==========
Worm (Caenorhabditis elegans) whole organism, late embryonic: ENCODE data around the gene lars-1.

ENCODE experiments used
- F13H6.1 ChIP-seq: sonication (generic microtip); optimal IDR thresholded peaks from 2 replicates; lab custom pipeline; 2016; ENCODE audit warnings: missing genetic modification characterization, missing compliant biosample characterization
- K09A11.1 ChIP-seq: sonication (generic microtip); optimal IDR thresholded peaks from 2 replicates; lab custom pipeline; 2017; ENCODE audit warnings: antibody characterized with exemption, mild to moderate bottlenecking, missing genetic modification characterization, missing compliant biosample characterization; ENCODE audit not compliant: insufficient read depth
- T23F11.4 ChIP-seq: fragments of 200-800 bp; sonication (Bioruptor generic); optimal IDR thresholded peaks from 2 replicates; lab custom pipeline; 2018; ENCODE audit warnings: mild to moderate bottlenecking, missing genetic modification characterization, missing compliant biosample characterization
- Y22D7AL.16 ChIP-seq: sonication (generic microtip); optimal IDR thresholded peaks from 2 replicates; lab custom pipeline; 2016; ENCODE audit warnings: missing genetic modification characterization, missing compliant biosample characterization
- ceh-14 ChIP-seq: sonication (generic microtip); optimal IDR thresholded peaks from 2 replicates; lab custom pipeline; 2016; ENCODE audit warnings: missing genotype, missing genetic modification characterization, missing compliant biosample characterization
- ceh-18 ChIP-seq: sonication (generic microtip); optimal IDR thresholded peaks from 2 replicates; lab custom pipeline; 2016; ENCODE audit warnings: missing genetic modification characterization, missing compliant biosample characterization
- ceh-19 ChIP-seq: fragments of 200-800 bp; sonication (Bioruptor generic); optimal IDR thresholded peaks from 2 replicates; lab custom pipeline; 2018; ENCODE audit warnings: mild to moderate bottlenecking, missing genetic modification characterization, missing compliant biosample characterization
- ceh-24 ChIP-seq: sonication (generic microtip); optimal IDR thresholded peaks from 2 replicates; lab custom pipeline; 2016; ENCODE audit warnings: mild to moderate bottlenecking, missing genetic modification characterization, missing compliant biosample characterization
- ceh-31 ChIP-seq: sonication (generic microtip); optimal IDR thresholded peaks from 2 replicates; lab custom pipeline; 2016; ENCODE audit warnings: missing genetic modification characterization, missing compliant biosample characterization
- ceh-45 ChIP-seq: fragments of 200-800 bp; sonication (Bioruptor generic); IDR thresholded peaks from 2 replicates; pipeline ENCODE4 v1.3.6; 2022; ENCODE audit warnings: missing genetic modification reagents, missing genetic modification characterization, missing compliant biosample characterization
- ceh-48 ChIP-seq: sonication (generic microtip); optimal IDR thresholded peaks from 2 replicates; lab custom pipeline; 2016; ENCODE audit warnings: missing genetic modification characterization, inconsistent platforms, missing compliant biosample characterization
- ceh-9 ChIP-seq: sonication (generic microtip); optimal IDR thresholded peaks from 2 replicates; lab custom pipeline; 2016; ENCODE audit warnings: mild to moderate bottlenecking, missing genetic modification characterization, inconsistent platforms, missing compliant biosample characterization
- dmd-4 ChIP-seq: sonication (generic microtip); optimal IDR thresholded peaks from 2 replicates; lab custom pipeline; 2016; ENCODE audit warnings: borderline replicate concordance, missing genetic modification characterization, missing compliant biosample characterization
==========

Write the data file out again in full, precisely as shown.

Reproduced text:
Worm (Caenorhabditis elegans) whole organism, late embryonic: ENCODE data around the gene lars-1.

ENCODE experiments used
- F13H6.1 ChIP-seq: sonication (generic microtip); optimal IDR thresholded peaks from 2 replicates; lab custom pipeline; 2016; ENCODE audit warnings: missing genetic modification characterization, missing compliant biosample characterization
- K09A11.1 ChIP-seq: sonication (generic microtip); optimal IDR thresholded peaks from 2 replicates; lab custom pipeline; 2017; ENCODE audit warnings: antibody characterized with exemption, mild to moderate bottlenecking, missing genetic modification characterization, missing compliant biosample characterization; ENCODE audit not compliant: insufficient read depth
- T23F11.4 ChIP-seq: fragments of 200-800 bp; sonication (Bioruptor generic); optimal IDR thresholded peaks from 2 replicates; lab custom pipeline; 2018; ENCODE audit warnings: mild to moderate bottlenecking, missing genetic modification characterization, missing compliant biosample characterization
- Y22D7AL.16 ChIP-seq: sonication (generic microtip); optimal IDR thresholded peaks from 2 replicates; lab custom pipeline; 2016; ENCODE audit warnings: missing genetic modification characterization, missing compliant biosample characterization
- ceh-14 ChIP-seq: sonication (generic microtip); optimal IDR thresholded peaks from 2 replicates; lab custom pipeline; 2016; ENCODE audit warnings: missing genotype, missing genetic modification characterization, missing compliant biosample characterization
- ceh-18 ChIP-seq: sonication (generic microtip); optimal IDR thresholded peaks from 2 replicates; lab custom pipeline; 2016; ENCODE audit warnings: missing genetic modification characterization, missing compliant biosample characterization
- ceh-19 ChIP-seq: fragments of 200-800 bp; sonication (Bioruptor generic); optimal IDR thresholded peaks from 2 replicates; lab custom pipeline; 2018; ENCODE audit warnings: mild to moderate bottlenecking, missing genetic modification characterization, missing compliant biosample characterization
- ceh-24 ChIP-seq: sonication (generic microtip); optimal IDR thresholded peaks from 2 replicates; lab custom pipeline; 2016; ENCODE audit warnings: mild to moderate bottlenecking, missing genetic modification characterization, missing compliant biosample characterization
- ceh-31 ChIP-seq: sonication (generic microtip); optimal IDR thresholded peaks from 2 replicates; lab custom pipeline; 2016; ENCODE audit warnings: missing genetic modification characterization, missing compliant biosample characterization
- ceh-45 ChIP-seq: fragments of 200-800 bp; sonication (Bioruptor generic); IDR thresholded peaks from 2 replicates; pipeline ENCODE4 v1.3.6; 2022; ENCODE audit warnings: missing genetic modification reagents, missing genetic modification characterization, missing compliant biosample characterization
- ceh-48 ChIP-seq: sonication (generic microtip); optimal IDR thresholded peaks from 2 replicates; lab custom pipeline; 2016; ENCODE audit warnings: missing genetic modification characterization, inconsistent platforms, missing compliant biosample characterization
- ceh-9 ChIP-seq: sonication (generic microtip); optimal IDR thresholded peaks from 2 replicates; lab custom pipeline; 2016; ENCODE audit warnings: mild to moderate bottlenecking, missing genetic modification characterization, inconsistent platforms, missing compliant biosample characterization
- dmd-4 ChIP-seq: sonication (generic microtip); optimal IDR thresholded peaks from 2 replicates; lab custom pipeline; 2016; ENCODE audit warnings: borderline replicate concordance, missing genetic modification characterization, missing compliant biosample characterization